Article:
In a radio interview with RTL 102.5, Salvini insisted the expansionary budget, which raises the deficit next year to 2.4 percent of gross domestic product from a targeted 1.8 percent this year, was the only way to lower the public debt, Reuters reported.
“Italians come first ... Italy no longer wants to be a servant to silly rules,” said Salvini, who leads the right-wing League party that governs with the anti-establishment Five Star Movement.
The commission called on Rome to present a new draft budget that cuts the structural deficit, which excludes one-offs and business cycle swings, by 0.6 percent of GDP, rather than increase it by 0.8 points as in the current plan.
The EU executive was exerting for the first time a power obtained in 2013 after a sovereign debt crisis, to send back a budget of a euro zone country it says violates the rulebook.
Salvini said in order to boost the economy and lower the debt as a proportion of GDP Italy had to “do the opposite” of previous governments whose fiscal plans had been more acceptable to Brussels.
Italy’s public debt stood at 131.2 percent of GDP at the end of last year, the highest ratio in the Eurozone after Greece’s.
Despite his defiant tone on the budget, Salvini said Italy’s membership of the single currency was not in question.
“I don’t want to leave euro or leave the European Union,” he said.
In a wide-ranging interview, Salvini also said he had evidence that France was taking immigrants across the border and depositing them in Italy, and that this could be part of an attempt to destabilize the Italian government.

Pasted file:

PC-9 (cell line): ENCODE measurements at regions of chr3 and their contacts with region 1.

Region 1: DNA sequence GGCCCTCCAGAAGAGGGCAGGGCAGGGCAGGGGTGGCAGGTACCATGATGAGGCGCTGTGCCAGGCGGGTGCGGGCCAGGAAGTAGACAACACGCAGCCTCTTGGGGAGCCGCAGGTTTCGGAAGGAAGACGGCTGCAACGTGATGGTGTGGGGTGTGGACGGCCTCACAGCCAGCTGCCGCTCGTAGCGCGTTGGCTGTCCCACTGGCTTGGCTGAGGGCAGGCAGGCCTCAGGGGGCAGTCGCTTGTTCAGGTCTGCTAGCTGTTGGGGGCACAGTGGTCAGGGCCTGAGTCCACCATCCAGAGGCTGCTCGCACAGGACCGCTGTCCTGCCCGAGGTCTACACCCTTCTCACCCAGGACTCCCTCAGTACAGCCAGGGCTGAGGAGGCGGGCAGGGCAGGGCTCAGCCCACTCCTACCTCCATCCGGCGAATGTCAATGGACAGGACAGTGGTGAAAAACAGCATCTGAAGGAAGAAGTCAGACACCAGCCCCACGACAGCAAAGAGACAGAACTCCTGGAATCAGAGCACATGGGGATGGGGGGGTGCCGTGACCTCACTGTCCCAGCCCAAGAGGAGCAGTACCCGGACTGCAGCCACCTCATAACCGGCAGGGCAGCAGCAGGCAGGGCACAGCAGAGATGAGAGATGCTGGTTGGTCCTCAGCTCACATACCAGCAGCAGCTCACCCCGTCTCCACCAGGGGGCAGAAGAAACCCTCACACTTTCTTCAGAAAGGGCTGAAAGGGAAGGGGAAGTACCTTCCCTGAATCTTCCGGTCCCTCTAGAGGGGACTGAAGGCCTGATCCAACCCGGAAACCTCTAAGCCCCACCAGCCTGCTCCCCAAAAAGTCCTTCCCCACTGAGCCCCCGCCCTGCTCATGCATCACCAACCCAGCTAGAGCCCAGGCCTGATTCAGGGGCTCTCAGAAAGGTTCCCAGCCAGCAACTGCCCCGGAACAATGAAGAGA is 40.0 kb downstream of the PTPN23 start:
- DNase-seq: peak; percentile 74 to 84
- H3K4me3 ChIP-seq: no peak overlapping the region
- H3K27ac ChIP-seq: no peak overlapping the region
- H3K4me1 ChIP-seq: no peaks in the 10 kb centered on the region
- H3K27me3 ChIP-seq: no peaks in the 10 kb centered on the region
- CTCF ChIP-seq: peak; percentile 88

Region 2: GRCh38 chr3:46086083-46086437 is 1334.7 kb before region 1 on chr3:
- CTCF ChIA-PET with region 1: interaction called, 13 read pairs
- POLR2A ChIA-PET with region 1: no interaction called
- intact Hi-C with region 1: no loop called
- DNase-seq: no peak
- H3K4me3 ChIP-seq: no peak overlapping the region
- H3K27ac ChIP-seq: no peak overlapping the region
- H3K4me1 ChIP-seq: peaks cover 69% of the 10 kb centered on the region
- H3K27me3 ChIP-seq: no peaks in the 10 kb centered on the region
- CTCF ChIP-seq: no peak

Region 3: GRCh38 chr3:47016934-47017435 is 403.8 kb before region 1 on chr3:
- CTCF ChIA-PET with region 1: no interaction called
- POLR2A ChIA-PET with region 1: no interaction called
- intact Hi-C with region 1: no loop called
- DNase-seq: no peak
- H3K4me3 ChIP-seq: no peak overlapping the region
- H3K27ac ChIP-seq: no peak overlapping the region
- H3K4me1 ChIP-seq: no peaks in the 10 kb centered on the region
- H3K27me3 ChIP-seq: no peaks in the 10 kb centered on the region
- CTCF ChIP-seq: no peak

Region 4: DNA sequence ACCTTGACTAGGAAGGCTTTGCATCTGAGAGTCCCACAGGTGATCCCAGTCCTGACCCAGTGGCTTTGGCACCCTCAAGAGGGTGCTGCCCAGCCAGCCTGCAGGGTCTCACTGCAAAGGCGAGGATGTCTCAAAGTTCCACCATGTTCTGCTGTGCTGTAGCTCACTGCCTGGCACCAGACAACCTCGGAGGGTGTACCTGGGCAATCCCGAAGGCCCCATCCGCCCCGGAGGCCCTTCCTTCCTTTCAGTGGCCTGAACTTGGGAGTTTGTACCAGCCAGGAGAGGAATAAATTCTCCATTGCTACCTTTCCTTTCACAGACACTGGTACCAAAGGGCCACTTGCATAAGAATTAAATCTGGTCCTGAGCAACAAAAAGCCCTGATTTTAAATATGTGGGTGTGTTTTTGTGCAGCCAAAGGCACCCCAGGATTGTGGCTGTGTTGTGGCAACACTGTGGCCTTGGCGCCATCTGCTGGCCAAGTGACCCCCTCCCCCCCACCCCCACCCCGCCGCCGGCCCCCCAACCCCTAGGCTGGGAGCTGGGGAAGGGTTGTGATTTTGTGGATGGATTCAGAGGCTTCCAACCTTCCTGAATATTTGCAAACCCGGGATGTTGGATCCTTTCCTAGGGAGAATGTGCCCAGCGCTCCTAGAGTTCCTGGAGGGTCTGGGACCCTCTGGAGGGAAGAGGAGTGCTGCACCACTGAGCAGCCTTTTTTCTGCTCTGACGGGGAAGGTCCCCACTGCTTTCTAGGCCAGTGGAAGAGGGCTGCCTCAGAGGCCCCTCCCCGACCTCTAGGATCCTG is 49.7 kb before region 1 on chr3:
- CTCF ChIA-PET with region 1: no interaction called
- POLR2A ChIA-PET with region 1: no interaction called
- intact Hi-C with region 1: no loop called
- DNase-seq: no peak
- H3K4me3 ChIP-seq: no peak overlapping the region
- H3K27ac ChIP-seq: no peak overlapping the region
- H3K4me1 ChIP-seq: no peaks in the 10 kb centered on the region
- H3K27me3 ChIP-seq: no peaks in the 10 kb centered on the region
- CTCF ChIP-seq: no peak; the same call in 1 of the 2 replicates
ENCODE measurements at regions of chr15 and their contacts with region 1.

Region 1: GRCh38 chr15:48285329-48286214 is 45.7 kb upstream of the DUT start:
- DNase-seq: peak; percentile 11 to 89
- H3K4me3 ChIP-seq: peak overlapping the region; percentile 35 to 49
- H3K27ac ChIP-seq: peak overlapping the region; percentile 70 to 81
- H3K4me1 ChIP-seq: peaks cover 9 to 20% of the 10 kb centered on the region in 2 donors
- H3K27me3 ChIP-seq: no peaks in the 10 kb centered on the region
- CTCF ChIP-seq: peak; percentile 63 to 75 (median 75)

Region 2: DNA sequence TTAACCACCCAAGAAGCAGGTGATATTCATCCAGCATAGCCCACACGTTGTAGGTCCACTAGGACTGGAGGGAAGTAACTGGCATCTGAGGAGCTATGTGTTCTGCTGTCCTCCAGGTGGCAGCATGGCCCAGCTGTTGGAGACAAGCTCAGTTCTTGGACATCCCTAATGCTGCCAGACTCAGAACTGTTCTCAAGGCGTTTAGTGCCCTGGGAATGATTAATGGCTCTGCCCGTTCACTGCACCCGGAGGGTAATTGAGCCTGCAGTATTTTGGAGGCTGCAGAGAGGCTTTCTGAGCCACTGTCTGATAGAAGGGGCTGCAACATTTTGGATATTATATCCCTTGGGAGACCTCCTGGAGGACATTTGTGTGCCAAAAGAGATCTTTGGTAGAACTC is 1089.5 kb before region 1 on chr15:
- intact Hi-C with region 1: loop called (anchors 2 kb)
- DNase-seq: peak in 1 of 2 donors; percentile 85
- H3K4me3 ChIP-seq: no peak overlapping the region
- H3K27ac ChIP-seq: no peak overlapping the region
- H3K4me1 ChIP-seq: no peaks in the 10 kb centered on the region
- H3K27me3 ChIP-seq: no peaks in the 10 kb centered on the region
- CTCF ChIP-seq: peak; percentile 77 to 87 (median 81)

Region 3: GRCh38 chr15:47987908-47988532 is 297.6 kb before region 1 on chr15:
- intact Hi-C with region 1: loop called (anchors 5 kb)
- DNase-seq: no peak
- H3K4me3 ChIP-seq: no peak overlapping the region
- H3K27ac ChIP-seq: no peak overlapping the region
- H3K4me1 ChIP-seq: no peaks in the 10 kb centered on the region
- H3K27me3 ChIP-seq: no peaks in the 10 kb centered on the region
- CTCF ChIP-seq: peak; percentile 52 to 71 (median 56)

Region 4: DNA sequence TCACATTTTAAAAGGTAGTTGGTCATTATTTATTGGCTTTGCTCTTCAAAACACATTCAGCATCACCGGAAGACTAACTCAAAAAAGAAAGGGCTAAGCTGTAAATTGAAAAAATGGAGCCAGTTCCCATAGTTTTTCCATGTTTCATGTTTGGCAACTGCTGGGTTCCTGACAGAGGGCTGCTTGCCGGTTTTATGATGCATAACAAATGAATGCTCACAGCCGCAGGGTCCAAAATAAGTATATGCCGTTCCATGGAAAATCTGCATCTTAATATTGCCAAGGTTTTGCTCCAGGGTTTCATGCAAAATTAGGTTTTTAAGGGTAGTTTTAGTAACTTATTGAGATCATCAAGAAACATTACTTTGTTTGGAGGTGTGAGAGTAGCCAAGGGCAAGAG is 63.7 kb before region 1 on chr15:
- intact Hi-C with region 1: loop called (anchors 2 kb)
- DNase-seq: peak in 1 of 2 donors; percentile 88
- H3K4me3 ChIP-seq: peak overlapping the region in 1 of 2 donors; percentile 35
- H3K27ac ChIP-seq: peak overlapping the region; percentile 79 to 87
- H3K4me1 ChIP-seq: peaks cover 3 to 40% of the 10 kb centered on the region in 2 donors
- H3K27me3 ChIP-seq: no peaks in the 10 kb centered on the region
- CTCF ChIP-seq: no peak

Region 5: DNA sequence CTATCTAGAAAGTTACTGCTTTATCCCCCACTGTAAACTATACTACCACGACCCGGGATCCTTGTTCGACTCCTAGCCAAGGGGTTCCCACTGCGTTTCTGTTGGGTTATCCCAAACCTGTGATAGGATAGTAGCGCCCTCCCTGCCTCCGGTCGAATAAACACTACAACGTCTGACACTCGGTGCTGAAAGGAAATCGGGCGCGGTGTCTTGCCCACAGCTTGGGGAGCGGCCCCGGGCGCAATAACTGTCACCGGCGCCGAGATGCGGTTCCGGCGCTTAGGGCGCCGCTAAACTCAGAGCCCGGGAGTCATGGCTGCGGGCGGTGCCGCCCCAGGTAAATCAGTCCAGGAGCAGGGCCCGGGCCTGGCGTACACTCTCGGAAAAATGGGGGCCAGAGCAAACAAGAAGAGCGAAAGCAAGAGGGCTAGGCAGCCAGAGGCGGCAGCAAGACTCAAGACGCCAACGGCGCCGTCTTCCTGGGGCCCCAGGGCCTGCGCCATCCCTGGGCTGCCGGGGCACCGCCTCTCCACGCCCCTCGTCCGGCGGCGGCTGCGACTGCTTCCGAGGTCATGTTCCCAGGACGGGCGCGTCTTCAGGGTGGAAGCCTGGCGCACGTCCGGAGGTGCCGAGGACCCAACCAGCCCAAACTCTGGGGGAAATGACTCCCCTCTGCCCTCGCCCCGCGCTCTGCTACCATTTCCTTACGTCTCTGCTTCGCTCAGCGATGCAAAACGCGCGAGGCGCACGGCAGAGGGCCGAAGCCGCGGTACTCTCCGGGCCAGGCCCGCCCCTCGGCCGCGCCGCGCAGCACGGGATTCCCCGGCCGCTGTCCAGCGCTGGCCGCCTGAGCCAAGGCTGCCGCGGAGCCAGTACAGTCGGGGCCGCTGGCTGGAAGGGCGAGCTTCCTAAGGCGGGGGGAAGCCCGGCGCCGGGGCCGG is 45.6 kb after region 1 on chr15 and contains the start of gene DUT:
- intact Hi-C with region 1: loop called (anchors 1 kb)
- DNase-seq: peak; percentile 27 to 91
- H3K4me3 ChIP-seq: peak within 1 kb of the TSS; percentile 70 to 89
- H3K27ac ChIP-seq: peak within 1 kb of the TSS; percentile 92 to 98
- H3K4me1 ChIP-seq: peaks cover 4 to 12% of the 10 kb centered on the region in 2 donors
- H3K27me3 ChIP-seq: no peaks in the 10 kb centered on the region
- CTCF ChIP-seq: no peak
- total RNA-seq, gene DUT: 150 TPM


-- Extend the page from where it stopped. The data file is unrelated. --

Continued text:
After the EU’s unprecedented rejection of Italy’s budget on Tuesday, also an Italian MEP went up to the European Commissioner for finance, slammed his shoe on his notes and shouted “Italy deserves respect!”
Italian MEP Angelo Ciocca – who represents the League, the right-wing junior partner in the coalition with the Five Star Movement – was perhaps the most luridly vocal of those expressing opposition to the EU’s approach, France 24 reported.
After European Economic Affairs Commissioner Pierre Moscovici spoke against the budget, Ciocca took his shoe and used it to crush the commissioner’s notes, shouting “Italy deserves respect!”
“In Strasbourg, I used my shoe (with a sole made in Italy!) to walk on the mountain of lies that Muscovici wrote against our country!” Ciocca wrote on Twitter.
Moscovici responded on the same platform: “Those who crush texts and decisions with footwear do not respect rules, institutions or democracy.”